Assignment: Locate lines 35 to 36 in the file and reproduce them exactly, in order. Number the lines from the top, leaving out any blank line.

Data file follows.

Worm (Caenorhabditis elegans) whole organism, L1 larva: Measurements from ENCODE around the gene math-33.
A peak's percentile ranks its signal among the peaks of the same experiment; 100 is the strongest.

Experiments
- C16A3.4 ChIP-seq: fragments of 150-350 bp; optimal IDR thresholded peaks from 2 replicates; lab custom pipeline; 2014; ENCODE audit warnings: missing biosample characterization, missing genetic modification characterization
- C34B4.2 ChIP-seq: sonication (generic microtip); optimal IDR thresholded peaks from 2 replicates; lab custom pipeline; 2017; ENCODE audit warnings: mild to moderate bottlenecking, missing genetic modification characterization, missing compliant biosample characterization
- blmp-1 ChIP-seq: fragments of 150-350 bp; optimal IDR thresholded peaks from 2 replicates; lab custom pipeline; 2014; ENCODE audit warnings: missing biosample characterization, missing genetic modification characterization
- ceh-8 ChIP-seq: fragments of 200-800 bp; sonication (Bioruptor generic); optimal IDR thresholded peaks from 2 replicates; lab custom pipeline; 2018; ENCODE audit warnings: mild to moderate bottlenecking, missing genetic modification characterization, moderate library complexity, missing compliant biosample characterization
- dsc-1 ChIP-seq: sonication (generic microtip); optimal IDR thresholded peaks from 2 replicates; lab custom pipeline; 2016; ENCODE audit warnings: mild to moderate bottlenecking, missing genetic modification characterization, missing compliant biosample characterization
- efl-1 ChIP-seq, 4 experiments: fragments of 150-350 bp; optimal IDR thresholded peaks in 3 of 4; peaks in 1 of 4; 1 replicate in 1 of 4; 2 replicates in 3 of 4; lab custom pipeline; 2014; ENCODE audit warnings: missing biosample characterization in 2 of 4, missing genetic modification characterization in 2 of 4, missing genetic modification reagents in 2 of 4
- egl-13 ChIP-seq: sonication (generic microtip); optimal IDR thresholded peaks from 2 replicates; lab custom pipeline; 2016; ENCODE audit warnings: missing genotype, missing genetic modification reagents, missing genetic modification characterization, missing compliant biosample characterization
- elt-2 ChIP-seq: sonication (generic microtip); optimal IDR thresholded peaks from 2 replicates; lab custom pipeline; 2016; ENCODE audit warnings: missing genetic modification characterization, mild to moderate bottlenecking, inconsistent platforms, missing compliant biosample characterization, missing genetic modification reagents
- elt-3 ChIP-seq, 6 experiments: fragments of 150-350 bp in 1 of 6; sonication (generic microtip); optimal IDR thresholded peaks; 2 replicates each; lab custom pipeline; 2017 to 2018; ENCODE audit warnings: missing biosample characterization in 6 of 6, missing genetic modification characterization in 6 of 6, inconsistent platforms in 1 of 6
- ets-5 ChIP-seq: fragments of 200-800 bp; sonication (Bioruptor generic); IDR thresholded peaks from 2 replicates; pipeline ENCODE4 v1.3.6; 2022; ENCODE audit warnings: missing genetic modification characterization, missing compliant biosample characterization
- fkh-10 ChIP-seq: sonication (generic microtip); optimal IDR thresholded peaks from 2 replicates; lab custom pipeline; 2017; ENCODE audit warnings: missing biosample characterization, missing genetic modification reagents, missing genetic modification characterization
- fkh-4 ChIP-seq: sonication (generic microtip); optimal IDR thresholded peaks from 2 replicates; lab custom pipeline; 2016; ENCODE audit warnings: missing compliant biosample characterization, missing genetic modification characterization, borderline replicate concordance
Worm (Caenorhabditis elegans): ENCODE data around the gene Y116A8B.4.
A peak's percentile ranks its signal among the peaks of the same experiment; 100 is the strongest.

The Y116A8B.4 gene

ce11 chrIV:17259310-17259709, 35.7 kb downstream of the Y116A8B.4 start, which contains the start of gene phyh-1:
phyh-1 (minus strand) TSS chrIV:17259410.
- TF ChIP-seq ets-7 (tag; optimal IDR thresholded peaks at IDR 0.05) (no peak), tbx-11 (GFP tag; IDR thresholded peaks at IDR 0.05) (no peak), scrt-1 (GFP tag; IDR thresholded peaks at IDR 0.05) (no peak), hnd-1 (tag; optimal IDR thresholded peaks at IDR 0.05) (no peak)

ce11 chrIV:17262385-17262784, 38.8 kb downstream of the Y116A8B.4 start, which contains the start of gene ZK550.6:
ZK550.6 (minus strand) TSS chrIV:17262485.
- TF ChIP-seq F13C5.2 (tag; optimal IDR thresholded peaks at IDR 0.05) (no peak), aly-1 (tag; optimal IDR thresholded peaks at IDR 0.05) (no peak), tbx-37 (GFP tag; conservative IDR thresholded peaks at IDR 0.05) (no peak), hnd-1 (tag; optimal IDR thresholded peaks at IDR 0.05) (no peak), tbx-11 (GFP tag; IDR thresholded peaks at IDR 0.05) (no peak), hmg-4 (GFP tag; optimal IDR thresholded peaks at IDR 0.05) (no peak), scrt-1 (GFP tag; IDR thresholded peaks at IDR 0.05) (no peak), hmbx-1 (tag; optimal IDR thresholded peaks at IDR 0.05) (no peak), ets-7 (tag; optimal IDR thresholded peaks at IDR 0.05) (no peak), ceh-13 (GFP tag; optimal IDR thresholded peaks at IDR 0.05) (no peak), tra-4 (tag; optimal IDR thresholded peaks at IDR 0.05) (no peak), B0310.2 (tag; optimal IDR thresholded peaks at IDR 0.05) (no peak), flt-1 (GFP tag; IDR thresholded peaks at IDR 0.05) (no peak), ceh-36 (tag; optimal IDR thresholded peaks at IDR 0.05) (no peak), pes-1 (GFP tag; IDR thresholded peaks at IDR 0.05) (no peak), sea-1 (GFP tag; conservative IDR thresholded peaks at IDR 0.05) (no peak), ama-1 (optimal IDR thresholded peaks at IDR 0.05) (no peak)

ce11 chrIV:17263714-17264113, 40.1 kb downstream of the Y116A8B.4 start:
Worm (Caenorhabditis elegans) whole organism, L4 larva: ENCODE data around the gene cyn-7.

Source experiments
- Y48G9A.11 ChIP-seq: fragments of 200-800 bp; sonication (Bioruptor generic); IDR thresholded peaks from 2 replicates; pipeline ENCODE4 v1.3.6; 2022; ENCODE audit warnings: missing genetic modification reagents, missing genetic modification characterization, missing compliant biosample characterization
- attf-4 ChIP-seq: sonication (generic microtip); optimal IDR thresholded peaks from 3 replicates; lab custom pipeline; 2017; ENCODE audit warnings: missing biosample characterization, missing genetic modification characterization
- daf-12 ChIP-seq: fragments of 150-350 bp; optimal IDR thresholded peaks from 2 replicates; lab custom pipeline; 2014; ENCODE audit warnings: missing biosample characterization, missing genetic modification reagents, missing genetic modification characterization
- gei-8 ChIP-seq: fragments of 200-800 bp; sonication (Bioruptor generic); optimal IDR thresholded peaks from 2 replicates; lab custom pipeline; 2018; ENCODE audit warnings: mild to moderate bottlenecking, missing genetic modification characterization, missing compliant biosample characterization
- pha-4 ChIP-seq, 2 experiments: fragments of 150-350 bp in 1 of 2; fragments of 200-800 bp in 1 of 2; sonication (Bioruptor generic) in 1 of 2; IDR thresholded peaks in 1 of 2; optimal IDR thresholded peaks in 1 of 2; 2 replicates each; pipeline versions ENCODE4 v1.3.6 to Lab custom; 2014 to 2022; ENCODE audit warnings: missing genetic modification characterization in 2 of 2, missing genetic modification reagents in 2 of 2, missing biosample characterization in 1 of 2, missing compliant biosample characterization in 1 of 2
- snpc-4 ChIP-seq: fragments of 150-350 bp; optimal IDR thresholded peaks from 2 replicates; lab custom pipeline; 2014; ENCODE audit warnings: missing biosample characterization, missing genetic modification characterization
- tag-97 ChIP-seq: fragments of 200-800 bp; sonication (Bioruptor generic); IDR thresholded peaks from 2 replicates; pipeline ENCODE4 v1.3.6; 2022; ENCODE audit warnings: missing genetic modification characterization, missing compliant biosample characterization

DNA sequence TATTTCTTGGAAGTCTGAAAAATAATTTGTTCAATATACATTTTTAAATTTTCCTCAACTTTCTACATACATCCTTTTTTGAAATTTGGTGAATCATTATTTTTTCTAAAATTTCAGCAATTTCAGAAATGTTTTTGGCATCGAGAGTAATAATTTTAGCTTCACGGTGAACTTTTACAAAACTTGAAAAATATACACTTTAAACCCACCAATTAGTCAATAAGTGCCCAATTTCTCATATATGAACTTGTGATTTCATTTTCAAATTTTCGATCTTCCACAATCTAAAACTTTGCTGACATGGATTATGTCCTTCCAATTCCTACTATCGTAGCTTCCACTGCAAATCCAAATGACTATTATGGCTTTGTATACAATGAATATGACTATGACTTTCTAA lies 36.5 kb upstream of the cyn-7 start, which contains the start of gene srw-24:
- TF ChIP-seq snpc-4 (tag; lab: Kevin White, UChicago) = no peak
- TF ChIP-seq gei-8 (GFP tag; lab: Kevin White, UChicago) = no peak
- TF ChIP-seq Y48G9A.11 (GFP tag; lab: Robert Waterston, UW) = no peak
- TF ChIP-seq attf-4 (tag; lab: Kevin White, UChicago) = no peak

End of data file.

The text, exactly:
DNA sequence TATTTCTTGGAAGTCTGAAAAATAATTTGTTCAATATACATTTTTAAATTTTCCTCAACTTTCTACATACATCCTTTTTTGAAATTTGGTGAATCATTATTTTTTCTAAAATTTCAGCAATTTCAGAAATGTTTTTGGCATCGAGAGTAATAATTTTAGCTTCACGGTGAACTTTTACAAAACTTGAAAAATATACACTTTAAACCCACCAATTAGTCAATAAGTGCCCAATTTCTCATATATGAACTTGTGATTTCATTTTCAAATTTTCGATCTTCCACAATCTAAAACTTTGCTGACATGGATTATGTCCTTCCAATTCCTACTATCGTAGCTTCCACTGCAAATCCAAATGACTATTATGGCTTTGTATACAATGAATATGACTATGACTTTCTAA lies 36.5 kb upstream of the cyn-7 start, which contains the start of gene srw-24:
- TF ChIP-seq snpc-4 (tag; lab: Kevin White, UChicago) = no peak